by Jon Clinch
Eight months after putting Finn aside I took the novel up again and finally finished this dark and incredibly creative novel. Jon Clinch tells the back story of Pap Finn, following faithfully much of Mark Twain’s narrative in Huckleberry Finn: we see Judge Thatcher, Widow Douglas, the Preacher. Interestingly, Huck is but a shadow in this story. Finn’s family is wealthy, staid, and racist in the manner of the South during the 1860s. Throughout the novel Finn is simultaneiously drawn to and repulsed by a former slave, Mary. Finn’s self-hatred takes the form of vicious abuse; Finn’s father is a judge who disowns Finn for taking up with Mary.
True to my earlier post on November 2, 2009, the novel continued in a raw and brutal manner.The novel opens with a gruesome scene: a black and bloated corpse floats down the Mississippi, covered in blowflies. This image will continue to haunt the novel and, in bits and pieces we learn that Finn has murdered and flayed the woman in an effort to rid himself of what he sees as his essential weakness–miscegenation. In a complicated twist on Twain’s work, Mary is Huck’s mother. Huck Finn is black.
In his author’s note, Clinch references an scholarly work by Shirley Fisher Fishkin, “Was Huck Black?”. Fishkin’s premise is based largely on Huck’s dialect, which was more black vernacular than Southern white, and the fact that Huck seemed to be based on one or two black children Twain knew. While audacious, the re-reading of Twain’s work made this novel compelling.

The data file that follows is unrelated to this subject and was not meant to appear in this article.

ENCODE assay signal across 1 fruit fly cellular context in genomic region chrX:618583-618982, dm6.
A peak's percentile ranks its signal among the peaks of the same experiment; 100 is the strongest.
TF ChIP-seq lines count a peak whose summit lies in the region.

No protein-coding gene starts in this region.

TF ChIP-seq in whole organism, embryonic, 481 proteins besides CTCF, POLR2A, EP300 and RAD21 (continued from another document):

But Finn’s rationalization of his murder of Mary, the encroaching insanity of his alcoholic delirriums, his participation in the brutal rape of a young black boy, and his imprisonment of Huck are written almost poetically, only adding to the the novel’s horror. Here is Clinch after Finn begins his dismemberment of Mary: “Fastidious in his methods, he arranges each portion upside down or inside out, its inner surface made outer to show red and slick and fibrous but never allowed to reveal the dark curse of its hidden face. He arranges the pieces thus to speak of death and death only … as if by such transformation he can alter all that has gone before and begin anew, clean and pure and washed in the indiscriminate blood.” Finn–homeless, dirt poor, abusive, alcoholic–seems to have no trace of humanity left. Yet it is Judge Finn–respected, educated, wealthy–who chills the reader perhaps even more. For in facing his mortality, the aging Judge Finn summons his son with one last request–that Finn murder “The creature. The child. The boy” because “I cannot tolerate my blood passing through mulatto veins … I am relying on you to end the life of that bastard creature. And bring me evidence.” The Judge’s blood runs cold in Pap’s veins.
Some sort of justice (or perhaps it’s just more violence) is meted out at the novel’s end–another black woman ties Pap to the rape of her son and kills him in his sleep … with the same knife that flayed Huck’s mother. Inventive and audacious–difficult to read–but in the end, Finn is well worth the effort.